In the 1990s, for instance, 11 children died in Nigeria while others suffered hearing loss, blindness and brain damage after the US pharmaceutical giant Pfizer gave them experimental antibiotics against meningitis. Pfizer maintained for years that it was meningitis, not the drug, that caused the deaths and disabilities. In 2011, the company paid compensation to four families as part of an out-of-court settlement.
In another example from 1994, the US and the UK tested HIV drugs on 17,000 women in Zimbabwe to see if they could prevent the virus from spreading to their children, but the trials were later regarded to have been unethical. Half of the women were put into a control group where they received a placebo, something which did not occur in trials in the US, meaning “hundreds of infants” needlessly contracted HIV from their mothers, according to an assessment of the trial published three years later.
This history of Western medical experimentation on Africans is part of the reason why the French doctors’ statements were especially offensive in Morocco, says Mourad Elajouti, head of the Moroccan Lawyer’s Club. Morocco was a French colony until 1956 and alongside Arabic and Berber, French is still used by the government and some professional circles. It is also used on the news, meaning when the video went viral it needed no translation: millions of Moroccans immediately understood its racist undertones.
“People were shocked when they heard this, because it was coming from a medical authority,” says Elajouti. “And people were afraid of the vaccine because of it.”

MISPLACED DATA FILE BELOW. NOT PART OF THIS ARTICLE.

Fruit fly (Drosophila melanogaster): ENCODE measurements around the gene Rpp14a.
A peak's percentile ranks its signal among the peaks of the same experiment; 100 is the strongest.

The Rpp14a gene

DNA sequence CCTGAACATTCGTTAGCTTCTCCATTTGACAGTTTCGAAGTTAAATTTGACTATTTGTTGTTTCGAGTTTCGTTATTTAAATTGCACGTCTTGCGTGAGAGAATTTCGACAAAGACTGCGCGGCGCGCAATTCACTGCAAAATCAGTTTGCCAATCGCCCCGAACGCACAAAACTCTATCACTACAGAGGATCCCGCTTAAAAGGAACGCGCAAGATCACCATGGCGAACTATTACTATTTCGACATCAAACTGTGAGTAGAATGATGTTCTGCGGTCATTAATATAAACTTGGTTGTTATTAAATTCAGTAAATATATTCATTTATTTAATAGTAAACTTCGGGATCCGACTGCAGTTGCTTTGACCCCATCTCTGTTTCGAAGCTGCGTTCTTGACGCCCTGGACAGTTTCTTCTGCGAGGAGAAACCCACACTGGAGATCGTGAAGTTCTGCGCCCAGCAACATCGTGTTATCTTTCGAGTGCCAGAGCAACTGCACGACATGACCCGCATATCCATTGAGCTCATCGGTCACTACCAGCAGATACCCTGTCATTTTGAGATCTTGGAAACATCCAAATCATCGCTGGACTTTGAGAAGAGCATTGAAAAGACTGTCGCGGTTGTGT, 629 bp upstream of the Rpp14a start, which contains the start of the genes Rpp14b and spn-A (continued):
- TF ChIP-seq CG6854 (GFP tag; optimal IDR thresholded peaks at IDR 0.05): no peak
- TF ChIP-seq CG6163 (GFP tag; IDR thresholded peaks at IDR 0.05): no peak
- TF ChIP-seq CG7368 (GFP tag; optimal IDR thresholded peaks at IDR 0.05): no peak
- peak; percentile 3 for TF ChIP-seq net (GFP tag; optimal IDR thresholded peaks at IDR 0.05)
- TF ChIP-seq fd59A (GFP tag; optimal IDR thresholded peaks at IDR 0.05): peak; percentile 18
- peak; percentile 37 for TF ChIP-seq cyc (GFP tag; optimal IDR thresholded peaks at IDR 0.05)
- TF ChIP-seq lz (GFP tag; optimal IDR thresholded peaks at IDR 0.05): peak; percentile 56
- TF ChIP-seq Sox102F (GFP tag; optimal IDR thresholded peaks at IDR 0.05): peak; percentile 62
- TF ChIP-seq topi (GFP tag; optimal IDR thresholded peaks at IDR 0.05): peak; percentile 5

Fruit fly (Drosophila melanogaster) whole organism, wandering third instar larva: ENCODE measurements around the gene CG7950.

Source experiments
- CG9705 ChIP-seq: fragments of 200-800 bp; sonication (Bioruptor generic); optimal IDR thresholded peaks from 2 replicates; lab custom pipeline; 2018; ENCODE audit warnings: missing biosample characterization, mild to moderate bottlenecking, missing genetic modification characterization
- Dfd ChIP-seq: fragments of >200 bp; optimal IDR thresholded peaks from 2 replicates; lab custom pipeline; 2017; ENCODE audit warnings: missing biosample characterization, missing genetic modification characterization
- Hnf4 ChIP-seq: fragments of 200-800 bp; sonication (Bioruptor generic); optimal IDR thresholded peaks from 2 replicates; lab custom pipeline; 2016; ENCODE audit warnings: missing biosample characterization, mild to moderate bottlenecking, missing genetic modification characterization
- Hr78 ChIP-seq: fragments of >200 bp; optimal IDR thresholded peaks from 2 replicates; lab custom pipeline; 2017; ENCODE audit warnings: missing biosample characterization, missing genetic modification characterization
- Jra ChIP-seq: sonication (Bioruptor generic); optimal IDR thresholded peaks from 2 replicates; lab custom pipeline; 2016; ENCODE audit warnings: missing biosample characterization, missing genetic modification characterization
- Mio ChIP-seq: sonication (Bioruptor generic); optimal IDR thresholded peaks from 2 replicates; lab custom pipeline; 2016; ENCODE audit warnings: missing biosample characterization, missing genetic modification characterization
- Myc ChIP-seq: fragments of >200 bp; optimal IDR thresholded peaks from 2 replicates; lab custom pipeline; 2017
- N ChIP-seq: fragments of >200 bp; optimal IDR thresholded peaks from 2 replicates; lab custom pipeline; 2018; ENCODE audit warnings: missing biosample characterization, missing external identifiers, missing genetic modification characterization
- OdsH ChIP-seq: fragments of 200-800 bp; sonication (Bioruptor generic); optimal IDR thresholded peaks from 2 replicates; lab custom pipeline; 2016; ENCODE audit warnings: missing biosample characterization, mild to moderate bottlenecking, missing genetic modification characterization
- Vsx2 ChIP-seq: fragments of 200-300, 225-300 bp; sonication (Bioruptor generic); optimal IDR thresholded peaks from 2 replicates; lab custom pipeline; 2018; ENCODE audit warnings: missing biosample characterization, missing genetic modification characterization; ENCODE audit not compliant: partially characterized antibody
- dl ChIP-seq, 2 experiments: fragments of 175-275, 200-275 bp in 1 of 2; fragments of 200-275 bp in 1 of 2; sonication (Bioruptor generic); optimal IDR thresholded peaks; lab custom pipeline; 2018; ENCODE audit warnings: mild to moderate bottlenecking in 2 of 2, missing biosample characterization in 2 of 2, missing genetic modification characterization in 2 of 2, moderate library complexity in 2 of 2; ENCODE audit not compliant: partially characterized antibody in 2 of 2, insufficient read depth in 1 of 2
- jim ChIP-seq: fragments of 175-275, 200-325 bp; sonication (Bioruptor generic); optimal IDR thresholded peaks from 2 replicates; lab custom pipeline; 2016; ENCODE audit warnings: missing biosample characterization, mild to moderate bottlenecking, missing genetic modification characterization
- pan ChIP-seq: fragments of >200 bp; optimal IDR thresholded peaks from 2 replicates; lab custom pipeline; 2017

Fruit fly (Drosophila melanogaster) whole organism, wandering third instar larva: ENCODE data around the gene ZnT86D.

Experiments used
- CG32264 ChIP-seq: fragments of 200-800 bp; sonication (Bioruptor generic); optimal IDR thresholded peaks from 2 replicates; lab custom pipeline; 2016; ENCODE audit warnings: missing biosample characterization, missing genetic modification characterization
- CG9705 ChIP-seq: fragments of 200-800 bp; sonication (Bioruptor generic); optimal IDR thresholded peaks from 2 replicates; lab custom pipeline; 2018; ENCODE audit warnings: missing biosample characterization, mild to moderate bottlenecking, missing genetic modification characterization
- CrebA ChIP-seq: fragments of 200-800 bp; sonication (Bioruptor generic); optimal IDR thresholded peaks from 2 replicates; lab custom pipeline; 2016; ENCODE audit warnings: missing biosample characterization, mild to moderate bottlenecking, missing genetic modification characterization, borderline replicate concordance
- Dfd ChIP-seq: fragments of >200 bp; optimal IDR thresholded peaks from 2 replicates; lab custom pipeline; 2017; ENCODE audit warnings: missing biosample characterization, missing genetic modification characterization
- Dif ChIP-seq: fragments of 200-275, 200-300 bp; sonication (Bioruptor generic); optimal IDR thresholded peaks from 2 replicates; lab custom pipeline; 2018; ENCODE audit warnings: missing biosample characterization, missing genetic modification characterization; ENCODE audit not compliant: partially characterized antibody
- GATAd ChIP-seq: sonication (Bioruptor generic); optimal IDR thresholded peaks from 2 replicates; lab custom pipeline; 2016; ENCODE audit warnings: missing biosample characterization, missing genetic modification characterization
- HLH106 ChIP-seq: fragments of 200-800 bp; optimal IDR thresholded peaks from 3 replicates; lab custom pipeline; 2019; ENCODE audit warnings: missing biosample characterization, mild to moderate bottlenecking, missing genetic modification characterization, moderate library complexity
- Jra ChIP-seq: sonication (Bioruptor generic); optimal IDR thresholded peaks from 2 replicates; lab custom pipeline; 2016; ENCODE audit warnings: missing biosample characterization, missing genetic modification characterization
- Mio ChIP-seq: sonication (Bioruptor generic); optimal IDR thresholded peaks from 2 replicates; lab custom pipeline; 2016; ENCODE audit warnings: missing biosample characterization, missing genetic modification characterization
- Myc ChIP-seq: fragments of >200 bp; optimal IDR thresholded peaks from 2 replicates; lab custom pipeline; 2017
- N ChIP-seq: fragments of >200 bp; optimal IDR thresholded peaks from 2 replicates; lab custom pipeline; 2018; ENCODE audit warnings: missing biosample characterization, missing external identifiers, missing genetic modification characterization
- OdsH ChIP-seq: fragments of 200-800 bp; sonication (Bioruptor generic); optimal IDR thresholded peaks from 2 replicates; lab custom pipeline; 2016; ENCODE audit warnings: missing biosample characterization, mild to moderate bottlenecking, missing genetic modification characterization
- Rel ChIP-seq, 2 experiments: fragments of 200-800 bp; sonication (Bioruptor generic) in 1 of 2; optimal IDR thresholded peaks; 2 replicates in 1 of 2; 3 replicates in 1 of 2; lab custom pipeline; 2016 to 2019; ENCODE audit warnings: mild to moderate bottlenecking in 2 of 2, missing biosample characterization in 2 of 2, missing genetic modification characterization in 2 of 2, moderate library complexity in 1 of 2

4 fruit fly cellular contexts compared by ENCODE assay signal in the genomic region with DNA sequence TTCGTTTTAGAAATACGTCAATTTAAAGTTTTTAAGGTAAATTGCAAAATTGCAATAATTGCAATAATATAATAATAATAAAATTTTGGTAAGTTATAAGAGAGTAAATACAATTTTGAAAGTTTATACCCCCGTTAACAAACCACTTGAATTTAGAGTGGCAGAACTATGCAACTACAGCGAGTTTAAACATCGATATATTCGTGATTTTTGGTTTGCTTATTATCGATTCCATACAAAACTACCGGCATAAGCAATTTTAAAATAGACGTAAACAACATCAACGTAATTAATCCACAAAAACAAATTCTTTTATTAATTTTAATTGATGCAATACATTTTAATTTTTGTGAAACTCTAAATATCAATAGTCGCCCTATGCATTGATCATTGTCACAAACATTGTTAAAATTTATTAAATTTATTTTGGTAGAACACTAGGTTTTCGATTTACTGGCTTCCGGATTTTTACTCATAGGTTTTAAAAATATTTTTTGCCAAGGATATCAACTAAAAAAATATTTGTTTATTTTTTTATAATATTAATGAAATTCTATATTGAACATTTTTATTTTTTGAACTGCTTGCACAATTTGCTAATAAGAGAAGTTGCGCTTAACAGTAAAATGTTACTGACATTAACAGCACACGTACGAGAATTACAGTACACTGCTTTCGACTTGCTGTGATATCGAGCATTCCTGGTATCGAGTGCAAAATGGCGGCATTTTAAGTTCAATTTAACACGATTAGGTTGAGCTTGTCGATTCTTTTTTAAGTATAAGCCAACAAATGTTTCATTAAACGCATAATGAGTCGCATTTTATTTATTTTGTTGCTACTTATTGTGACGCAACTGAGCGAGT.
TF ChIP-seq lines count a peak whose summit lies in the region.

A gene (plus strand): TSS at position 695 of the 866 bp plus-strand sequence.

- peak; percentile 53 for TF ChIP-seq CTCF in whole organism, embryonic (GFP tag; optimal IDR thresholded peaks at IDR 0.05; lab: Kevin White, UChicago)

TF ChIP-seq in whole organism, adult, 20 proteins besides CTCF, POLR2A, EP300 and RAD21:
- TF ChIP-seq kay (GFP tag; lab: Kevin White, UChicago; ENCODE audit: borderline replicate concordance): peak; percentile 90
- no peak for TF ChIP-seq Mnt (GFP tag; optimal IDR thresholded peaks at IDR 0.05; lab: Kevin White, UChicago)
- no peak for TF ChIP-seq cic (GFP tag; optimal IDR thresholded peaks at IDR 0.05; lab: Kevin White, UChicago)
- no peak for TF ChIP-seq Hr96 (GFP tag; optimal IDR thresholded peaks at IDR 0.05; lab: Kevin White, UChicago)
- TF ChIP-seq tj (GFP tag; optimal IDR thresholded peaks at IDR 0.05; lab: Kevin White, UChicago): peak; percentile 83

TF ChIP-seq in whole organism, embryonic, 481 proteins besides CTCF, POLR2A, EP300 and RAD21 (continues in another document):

What made the doctors’ statements so influential is that they were scientists working for respected institutions in France, says Elajouti. Their comments may have discouraged Moroccans from getting a vaccine, he says, although drawing a direct link between them and incidents of vaccine hesitancy is tricky.
The video did make its mark among Elajouti’s own family though, he says. “My mother is anti-vaccine,” he says. The video “made her afraid of taking [it] because she thinks these people want to test this on Africans, and only if they have good results they will [then] use it on Europeans”.
The Moroccan government has also worked hard with an effective campaign to persuade people to be immunised against Covid-19.
“At first there was a lot of hesitance,” says Rachid Ait Addi, an epidemiologist at Cadi Ayyad University in Morocco. “But when you see your colleague in work who got the first shot and the second shot and he says he’s safe, then you go to get it, too.”
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